Cantwell Talks Potatoes & Genetically Engineered Wheat Found
Cantwell Talks Potatoes & Genetically Engineered Wheat Found plus Food Forethought. I’m Greg Martin with today’s Northwest Report.
U.S. Senator Maria Cantwell from Washington has been making stops across the state to discuss farm bill issues and to highlight specialty crop programs she is pushing in the bill. She stopped at a potato processing plant in Pasco, Washington.
CANTWELL: This is an important time for us to express how important it is that Congress not pass another extension but pass a farm bill for five years. We know how important agriculture is to our state but right here in this part of Washington our potatoes are certainly a product that is grown in this region and end up in homes all the way from Spokane to Shanghai.
A strain of non-approved, genetically engineered wheat has been found in an Oregon wheat field. USDA officials said the wheat is the same strain as a genetically modified wheat that was legally tested by seed giant Monsanto a decade ago but never approved. Monsanto stopped testing that product in Oregon and several other states in 2005. Many countries around the world will not accept imports of genetically modified foods so trade may be in some jeopardy. USDA is continuing to look into the issue.
Now with today’s Food Forethought, here’s Lacy Gray.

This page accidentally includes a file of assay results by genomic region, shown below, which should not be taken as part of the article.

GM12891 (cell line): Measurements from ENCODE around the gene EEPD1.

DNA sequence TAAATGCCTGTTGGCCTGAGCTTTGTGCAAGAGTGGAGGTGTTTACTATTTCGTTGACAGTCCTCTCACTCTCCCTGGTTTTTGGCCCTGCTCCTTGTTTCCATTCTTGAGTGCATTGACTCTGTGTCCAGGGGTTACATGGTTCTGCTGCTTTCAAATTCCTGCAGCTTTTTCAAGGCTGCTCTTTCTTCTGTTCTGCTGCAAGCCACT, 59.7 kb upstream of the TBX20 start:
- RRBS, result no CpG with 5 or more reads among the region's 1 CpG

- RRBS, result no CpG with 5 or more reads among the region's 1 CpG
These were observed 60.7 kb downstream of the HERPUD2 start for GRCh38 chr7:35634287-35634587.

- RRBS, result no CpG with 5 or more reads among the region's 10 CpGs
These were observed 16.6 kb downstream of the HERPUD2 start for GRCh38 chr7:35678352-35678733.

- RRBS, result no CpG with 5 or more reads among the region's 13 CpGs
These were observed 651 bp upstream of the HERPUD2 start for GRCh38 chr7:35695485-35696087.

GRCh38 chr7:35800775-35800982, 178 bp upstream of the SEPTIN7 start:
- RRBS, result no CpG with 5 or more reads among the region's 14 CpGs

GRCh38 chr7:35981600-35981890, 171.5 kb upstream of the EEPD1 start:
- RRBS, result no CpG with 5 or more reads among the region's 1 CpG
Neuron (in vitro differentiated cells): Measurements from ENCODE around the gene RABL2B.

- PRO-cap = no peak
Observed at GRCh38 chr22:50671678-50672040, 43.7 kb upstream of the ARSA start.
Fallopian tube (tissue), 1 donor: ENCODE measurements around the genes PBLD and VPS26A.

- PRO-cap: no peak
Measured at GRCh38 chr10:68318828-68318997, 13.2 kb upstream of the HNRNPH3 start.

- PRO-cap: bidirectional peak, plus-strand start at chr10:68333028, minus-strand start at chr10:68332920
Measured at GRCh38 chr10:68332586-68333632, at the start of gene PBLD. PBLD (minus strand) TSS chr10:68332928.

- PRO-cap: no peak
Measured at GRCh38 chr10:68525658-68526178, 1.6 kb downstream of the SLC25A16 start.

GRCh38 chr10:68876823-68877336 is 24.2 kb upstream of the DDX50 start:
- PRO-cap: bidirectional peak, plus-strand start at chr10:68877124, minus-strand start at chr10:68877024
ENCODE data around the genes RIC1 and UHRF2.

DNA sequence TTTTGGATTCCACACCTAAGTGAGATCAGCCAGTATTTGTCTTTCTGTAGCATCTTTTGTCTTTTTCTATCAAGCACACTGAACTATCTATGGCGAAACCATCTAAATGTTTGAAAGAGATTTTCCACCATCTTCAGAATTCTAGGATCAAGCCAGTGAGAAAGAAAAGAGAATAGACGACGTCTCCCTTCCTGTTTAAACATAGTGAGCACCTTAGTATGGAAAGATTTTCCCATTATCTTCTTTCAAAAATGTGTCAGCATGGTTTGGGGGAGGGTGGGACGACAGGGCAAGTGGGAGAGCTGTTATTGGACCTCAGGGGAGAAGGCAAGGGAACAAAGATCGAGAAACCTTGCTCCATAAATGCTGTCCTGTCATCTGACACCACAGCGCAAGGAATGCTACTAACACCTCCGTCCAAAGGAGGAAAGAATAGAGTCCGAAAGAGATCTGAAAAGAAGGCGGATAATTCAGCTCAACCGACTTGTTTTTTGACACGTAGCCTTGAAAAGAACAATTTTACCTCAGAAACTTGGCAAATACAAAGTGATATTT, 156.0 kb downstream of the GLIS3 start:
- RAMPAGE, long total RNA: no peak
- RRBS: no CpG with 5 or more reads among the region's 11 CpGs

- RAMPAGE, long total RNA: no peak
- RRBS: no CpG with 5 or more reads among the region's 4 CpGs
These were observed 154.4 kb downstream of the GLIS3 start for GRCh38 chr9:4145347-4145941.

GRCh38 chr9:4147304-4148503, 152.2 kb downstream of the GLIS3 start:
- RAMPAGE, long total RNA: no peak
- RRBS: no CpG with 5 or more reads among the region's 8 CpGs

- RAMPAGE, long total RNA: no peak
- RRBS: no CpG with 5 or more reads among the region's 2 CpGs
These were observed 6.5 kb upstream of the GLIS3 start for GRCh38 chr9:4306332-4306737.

French broom is a shrub with bright yellow, fragrant flowers and was once favored as an ornamental plant. Now however, it is no longer sold through the horticultural industry, and is listed as a noxious weed in Oregon, California and Hawaii, along with being added as a Class A weed species in Washington this year. French broom is fast growing and spreads quite rapidly, causing it to outcompete native plants. It’s a prime example of an invasive plant that can end up causing serious problems in fields, pastures, or urban settings. All states have a list of problematic plants. With summer being the prime time for family vacations and cross country road trips it’s good to be aware of that, and that those “beautiful plants” you see growing along the roadside might not be the best thing to bring back as a souvenir. That lovely plant might end up being not only your yard’s, but your state’s worst nightmare. Don’t be the cause of “weeds gone wild”. One of the best defenses against spreading noxious weeds across your state and neighboring states begins with you. For more information on identifying noxious weeds visit your state’s Department of Agriculture website.
Thanks Lacy. That’s today’s Northwest Report. I’m Greg Martin on the Ag Information Network.